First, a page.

Green Grid Radio

Engaging and transformative reporting on the environment, energy, and sustainability

What Can Professionals Do To Continue Learning Outside Of a Classroom Environment?

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One of our all-star panelists, Matt Chalmers put together this nifty little guide for the intellectually curious among our audience. If you missed his appearance on Green Grid Radio, make sure you take a listen. He’s quite the knowledgeable resource. So without further ado…

1. Spend Time On Brookings

It occurs to me the best answer to that is relatively straightforward. First, for high-level discussions of U.S. and international politics, economics, and policy, just spend time on Brookings (http://www.brookings.edu). This is one of the major think tanks in D.C., and is a major creator of policy briefs for Congress and the President. I personally use their homepage like a newpaper, and strongly encourage other folks (especially in the science/climate community) who are serious about understanding our high-level national discourse to follow suit. It’s sort of like the Daily Show, minus the comedy, plus an incredible amount of depth. You won’t get lightning-fast “news” but you get very strong analysis of major current events, national and international. Brookings is considered faintly left-leaning by some, but this is a very professional and objective institution.

2. Read The Economist

A few more major plug-ins: most businesspeople rely heavily on The Economist, and although some quasi “right wing” perspectives will appear, this is actually a stronger reflection of the interests of the business community at large. Very strong international coverage. Good for keeping tabs on major events. Also focuses more on analysis and a little less on “newsy” headlines. http://www.economist.com/ Many political science and economics classes taught at Stanford either encourage or require students to be up on the Economist.

3. Read Foreign Affairs/CFR for International Politics (optional–for those into major international issues)

For those interested in international politics, make sure to also spend some time on Foreign Affairs. This is also slightly more right-leaning in some ways, but this isn’t a bad thing. Many serious professors and scholars (the kind likely to end up in high-level State Department positions) have written for Foreign Affairs.http://www.foreignaffairs.com/ Additionally, the Council on Foreign Relations ( http://www.cfr.org/ ), the parent organization that publishes Foreign Affairs, often has insightful articles on their homepage. It’s important to note that Foreign Affairs is an academic journal, and reflects cutting-edge theoretical thinking and framing of global issues. This is much more for strategic insight. Brookings tends to condense the issues into more descriptive, policy briefing-style informative articles.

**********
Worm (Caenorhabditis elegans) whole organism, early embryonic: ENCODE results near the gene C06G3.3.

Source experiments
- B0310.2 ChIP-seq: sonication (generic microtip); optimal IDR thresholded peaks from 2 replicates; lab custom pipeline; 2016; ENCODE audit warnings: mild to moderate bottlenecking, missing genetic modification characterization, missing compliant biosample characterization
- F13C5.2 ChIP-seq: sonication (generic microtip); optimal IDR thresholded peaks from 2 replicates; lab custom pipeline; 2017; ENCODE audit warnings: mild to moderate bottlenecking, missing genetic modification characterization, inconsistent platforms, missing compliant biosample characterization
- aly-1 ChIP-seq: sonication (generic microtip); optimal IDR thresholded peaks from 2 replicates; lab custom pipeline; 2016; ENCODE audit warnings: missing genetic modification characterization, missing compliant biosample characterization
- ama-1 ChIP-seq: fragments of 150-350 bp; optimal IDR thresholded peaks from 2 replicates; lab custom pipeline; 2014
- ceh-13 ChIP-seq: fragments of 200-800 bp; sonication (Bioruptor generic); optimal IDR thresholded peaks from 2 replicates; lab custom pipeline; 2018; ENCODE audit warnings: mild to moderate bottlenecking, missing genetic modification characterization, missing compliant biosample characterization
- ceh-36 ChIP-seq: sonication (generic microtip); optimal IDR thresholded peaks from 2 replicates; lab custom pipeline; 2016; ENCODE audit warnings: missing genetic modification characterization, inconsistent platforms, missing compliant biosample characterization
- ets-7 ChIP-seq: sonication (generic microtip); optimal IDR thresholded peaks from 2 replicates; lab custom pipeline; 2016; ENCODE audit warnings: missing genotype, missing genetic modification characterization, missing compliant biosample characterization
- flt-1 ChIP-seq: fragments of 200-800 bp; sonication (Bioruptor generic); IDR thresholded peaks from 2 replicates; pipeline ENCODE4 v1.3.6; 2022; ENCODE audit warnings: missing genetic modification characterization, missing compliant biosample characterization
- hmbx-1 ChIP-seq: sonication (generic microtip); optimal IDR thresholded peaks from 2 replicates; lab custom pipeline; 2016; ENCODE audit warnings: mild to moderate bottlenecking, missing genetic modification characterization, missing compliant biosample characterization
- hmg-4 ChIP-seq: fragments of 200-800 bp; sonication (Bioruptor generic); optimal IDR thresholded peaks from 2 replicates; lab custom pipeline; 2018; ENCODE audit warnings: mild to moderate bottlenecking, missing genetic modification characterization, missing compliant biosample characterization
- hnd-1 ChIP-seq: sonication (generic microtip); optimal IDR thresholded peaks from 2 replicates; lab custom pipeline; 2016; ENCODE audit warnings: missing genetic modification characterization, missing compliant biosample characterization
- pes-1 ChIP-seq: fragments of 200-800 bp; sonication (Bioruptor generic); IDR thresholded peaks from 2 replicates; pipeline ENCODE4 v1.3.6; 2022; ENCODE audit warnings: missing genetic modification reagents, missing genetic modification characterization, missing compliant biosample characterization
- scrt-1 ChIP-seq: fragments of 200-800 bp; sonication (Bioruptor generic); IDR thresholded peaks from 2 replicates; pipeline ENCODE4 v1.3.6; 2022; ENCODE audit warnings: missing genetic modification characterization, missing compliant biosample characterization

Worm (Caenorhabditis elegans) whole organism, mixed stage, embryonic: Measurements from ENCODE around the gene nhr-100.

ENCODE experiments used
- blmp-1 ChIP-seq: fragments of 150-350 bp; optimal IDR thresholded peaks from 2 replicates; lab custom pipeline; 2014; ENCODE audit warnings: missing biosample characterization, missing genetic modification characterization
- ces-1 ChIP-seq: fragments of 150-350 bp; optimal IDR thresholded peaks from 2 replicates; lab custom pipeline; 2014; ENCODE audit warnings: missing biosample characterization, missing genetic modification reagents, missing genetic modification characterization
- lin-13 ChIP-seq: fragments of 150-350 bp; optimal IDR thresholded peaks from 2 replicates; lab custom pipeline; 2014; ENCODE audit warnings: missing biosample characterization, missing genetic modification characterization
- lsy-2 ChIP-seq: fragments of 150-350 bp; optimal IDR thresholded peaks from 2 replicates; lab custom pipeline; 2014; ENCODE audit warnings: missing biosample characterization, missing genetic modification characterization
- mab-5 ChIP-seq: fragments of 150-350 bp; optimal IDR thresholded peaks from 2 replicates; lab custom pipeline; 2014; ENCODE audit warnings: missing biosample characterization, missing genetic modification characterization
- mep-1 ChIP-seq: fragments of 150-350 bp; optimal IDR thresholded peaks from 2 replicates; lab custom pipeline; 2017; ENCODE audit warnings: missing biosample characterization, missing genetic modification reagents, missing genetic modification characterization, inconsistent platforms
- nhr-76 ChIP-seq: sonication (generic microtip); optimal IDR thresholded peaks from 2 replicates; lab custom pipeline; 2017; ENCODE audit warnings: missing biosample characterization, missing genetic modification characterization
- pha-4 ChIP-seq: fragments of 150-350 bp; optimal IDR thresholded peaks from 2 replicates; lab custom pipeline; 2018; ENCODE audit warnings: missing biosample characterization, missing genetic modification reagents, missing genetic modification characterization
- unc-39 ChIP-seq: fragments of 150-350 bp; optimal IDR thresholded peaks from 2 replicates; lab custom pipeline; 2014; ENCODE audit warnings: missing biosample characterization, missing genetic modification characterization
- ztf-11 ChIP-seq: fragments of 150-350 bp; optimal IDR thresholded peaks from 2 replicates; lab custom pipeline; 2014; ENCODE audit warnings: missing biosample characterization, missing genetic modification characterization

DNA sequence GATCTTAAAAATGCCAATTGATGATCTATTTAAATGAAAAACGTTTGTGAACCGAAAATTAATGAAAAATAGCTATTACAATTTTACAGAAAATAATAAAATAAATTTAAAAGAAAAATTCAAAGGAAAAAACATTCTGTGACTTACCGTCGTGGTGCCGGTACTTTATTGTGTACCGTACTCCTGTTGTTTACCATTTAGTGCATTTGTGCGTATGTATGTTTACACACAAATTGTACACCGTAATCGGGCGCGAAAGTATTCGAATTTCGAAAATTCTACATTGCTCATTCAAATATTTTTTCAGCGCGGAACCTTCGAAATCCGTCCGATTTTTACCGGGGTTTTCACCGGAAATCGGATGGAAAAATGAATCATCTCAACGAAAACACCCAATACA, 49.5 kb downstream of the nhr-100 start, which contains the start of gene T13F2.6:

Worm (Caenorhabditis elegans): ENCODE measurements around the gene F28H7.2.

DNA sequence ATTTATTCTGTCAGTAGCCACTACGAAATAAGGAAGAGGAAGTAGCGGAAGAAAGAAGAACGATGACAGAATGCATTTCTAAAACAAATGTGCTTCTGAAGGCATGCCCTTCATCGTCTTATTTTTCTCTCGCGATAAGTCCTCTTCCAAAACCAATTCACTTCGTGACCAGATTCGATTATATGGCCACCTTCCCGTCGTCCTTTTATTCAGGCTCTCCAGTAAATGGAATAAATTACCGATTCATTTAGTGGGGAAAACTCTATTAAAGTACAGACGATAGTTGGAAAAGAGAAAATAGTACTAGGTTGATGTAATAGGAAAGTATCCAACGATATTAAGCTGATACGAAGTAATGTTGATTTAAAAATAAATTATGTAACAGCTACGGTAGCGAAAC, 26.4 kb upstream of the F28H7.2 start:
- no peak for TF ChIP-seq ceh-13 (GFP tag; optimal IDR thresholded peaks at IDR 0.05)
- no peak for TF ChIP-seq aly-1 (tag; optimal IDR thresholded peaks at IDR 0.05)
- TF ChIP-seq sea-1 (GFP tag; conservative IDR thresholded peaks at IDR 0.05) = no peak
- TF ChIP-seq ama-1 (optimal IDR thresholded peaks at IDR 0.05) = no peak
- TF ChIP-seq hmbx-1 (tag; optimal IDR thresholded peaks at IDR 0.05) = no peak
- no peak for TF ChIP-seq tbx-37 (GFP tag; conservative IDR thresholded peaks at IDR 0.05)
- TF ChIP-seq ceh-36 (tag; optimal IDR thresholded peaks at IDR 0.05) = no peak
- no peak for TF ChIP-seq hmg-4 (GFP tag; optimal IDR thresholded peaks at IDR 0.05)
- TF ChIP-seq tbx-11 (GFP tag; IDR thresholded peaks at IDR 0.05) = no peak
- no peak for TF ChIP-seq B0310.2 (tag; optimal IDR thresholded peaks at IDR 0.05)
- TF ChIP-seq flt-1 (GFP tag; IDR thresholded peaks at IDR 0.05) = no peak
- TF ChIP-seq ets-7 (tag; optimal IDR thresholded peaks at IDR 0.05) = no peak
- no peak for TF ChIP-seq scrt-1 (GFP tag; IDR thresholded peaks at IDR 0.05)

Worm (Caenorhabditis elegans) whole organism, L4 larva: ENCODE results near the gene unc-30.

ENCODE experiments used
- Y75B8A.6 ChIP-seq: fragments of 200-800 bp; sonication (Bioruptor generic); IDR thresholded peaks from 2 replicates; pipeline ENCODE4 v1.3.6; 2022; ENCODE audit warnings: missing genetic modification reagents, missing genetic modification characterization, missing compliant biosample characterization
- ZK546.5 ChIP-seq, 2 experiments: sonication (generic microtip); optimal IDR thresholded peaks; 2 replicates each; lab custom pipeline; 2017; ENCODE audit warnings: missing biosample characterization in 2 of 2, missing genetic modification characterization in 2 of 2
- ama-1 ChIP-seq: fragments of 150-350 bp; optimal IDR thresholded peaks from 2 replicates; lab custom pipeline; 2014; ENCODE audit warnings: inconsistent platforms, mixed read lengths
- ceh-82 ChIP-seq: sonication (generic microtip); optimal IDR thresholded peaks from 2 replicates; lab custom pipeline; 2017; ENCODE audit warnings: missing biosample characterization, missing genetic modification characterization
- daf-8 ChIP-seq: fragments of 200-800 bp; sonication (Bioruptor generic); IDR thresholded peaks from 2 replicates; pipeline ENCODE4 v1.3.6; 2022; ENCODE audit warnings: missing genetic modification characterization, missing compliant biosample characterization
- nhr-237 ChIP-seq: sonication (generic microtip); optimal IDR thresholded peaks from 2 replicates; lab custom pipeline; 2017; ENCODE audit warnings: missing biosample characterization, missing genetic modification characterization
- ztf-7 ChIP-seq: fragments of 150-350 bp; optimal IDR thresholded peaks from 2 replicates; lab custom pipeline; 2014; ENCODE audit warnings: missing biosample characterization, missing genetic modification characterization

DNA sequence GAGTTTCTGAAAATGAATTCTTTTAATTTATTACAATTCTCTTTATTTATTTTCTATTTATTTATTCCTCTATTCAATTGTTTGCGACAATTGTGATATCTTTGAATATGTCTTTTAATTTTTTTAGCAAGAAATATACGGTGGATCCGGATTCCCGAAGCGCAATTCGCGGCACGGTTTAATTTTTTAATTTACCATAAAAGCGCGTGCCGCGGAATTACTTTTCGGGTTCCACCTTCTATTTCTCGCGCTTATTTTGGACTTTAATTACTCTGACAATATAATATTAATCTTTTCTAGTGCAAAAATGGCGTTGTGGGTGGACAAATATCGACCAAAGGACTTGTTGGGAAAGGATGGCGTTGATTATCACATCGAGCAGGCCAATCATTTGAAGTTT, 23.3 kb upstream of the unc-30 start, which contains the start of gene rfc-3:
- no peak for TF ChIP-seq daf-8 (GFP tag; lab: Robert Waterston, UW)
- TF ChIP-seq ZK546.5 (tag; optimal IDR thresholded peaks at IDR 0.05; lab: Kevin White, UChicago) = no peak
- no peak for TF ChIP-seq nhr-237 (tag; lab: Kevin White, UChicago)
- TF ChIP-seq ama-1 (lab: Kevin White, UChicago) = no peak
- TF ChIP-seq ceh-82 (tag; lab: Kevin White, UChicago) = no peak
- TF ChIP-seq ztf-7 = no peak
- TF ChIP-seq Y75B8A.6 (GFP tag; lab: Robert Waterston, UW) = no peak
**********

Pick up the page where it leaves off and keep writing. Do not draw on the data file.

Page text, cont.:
4. Insight on Congress from Politico (optional–for those into national policymaking)

On a less elevated but perhaps more important note, most U.S. Congressmen and Senators (or at least their aides) religiously follow Politico.http://www.politico.com/ The way I’ve had this described to me by both political science professors as well as insiders on the Hill is that Congressmen and Senators “speak” to each other about their positions and policy preferences, and what things are important. Politico believe it or not serves an important signaling function in our national government. Note that it tends to be less elevated, and rather gossipy. This is actually important training for understanding the world that policymakers and politicians live in — and legislate from. It should make some major flaws readily apparent.

If a climate scientist came to me and asked “What can I do to learn as much as possible about everything you suggested?” I’d point them at a minimum at Brookings and the Economist, and encourage reading both of these on a regular basis. You can self-teach yourself an enormous amount here.

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